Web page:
Z-Man or do I mean SpiderMan? They used to make reference to SpiderMan and/or geckos when there was some research breakthrough or other concerning adhesion (specifically, bioadhesion) but these days, it’s all geckos, all the time.
I’m going to start with the first announcement from the research team at the University of Massachusetts at Amherst, from the Feb. 17, 2012 news item on Nanowerk,
For years, biologists have been amazed by the power of gecko feet, which let these 5-ounce lizards produce an adhesive force roughly equivalent to carrying nine pounds up a wall without slipping. Now, a team of polymer scientists and a biologist at the University of Massachusetts Amherst have discovered exactly how the gecko does it, leading them to invent “Geckskin,” a device that can hold 700 pounds on a smooth wall. Doctoral candidate Michael Bartlett in Alfred Crosby’s polymer science and engineering lab at UMass Amherst is the lead author of their article describing the discovery in the current online issue of Advanced Materials (“Looking Beyond Fibrillar Features to Scale Gecko-Like Adhesion”). The group includes biologist Duncan Irschick, a functional morphologist who has studied the gecko’s climbing and clinging abilities for over 20 years. Geckos are equally at home on vertical, slanted, even backward-tilting surfaces.
Here’s a picture illustrating the material’s strength,
This image is meant as an illustration of what the product could do and not as a demonstration, i.e., the tv is not being held up by ‘geckskin’.
There are other research teams around the world working on ways to imitate the properties of gecko feet or bioadhesion (my Nov. 2, 2011 posting mentions some work on robots with ‘gecko feet’ at Simon Fraser University [Canada] and my March 19, 2012 posting mentions in passing some work being done at the University of Waterloo [Canada] are two recent examples).
The University of Massachusetts team’s innovation (from the Feb. 17, 2012 news item),
The key innovation by Bartlett and colleagues was to create an integrated adhesive with a soft pad woven into a stiff fabric, which allows the pad to “drape” over a surface to maximize contact. Further, as in natural gecko feet, the skin is woven into a synthetic “tendon,” yielding a design that plays a key role in maintaining stiffness and rotational freedom, the researchers explain.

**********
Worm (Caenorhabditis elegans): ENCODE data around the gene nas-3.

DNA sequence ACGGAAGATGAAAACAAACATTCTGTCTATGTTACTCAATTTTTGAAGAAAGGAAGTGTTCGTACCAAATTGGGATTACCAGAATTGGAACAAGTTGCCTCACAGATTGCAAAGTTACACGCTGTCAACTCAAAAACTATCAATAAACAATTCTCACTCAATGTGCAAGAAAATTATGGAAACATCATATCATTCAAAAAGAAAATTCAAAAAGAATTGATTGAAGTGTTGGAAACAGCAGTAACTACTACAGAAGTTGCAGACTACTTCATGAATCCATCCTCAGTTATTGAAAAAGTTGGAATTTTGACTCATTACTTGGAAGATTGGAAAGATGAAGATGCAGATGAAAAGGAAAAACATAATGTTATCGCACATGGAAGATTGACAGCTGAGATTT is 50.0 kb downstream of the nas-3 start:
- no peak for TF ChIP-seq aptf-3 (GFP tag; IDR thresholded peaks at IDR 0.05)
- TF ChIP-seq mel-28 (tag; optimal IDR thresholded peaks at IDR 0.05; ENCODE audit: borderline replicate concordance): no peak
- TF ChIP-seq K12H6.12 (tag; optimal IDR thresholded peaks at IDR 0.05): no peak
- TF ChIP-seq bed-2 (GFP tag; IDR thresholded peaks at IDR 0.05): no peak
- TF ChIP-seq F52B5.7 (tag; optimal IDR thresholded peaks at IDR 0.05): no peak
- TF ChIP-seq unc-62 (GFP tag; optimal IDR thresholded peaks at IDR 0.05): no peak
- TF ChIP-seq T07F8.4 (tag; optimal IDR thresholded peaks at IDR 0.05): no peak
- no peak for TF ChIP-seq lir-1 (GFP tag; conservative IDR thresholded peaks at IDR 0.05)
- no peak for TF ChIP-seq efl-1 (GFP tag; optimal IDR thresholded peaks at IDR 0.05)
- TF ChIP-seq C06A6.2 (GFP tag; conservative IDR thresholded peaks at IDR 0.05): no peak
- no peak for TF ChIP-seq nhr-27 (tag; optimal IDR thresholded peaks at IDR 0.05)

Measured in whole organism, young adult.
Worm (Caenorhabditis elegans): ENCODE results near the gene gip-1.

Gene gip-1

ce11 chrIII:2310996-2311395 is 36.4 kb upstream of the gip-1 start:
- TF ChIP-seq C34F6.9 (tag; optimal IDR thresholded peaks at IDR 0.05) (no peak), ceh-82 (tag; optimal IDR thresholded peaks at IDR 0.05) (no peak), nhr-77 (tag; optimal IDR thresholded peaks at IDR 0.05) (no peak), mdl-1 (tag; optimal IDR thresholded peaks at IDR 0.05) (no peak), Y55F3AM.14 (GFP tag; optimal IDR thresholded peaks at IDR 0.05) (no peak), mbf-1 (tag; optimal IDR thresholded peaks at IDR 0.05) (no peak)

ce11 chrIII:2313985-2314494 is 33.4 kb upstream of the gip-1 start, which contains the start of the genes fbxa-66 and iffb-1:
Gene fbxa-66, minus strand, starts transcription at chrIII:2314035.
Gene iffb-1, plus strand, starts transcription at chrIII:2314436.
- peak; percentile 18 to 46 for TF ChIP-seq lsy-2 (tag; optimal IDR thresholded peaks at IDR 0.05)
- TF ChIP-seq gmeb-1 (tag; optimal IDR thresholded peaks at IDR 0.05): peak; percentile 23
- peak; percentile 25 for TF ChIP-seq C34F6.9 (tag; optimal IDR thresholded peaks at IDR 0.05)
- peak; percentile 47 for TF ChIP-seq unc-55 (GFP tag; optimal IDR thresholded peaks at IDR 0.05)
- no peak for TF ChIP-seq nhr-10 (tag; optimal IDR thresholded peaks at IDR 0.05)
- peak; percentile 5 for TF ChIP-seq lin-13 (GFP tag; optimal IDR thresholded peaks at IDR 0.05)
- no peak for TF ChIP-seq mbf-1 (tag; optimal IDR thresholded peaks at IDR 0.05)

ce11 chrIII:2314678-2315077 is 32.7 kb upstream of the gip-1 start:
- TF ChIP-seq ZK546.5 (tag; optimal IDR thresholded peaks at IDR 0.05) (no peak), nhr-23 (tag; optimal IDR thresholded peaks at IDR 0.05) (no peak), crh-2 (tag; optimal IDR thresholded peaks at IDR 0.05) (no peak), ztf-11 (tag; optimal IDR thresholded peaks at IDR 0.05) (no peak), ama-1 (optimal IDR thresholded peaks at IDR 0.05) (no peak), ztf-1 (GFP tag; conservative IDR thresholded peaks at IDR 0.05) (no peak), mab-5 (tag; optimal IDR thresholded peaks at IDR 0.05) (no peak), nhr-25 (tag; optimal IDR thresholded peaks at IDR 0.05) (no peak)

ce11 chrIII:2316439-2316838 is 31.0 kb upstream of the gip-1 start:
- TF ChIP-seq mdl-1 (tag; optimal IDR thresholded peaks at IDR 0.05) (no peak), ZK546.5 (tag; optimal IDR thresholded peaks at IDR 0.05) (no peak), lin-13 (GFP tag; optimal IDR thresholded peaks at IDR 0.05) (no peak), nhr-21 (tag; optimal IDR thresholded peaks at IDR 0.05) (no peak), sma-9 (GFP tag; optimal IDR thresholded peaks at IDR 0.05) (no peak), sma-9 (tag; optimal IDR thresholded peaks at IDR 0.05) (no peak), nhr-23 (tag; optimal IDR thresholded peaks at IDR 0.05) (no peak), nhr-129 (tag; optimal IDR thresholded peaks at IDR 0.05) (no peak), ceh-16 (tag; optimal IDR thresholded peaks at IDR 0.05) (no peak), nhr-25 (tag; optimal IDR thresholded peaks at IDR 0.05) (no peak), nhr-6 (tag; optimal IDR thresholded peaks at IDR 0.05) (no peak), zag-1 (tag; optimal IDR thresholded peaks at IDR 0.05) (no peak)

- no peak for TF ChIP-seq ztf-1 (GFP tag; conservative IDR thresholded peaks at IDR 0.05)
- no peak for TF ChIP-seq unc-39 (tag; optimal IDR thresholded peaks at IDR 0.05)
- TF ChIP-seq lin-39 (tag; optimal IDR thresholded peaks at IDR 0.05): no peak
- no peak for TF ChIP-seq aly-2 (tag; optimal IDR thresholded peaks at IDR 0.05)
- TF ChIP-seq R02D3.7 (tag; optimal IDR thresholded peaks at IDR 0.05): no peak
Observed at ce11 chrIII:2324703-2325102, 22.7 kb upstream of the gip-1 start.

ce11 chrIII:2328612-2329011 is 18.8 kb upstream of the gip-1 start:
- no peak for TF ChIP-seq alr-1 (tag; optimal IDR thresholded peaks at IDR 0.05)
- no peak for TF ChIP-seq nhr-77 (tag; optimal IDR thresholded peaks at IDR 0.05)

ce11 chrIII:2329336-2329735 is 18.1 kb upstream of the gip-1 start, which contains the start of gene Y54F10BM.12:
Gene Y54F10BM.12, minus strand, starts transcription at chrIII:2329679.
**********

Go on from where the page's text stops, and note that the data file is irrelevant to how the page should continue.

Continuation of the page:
Importantly, the Geckskin’s adhesive pad uses simple everyday materials such as polydimethylsiloxane (PDMS), which holds promise for developing an inexpensive, strong and durable dry adhesive.
The UMass Amherst researchers are continuing to improve their Geckskin design by drawing on lessons from the evolution of gecko feet, which show remarkable variation in anatomy. “Our design for Geckskin shows the true integrative power of evolution for inspiring synthetic design that can ultimately aid humans in many ways,” says Irschick.
The research at the University of Massachusetts is being funded, in part, by DARPA (US Defense Advanced Research Projects Agency) through its Z-man program. From the March 2, 2012 news item on Nanowerk,
“Geckskin” is one output of the Z-Man program. It is a synthetically-fabricated reversible adhesive inspired by the gecko’s ability to climb surfaces of various materials and roughness, including smooth surfaces like glass. Performers on Z-Man designed adhesive pads to mimic the gecko foot over multiple length scales, from the macroscopic foot tendons to the microscopic setae and spatulae, to maximize reversible van der Waals interactions with the surface.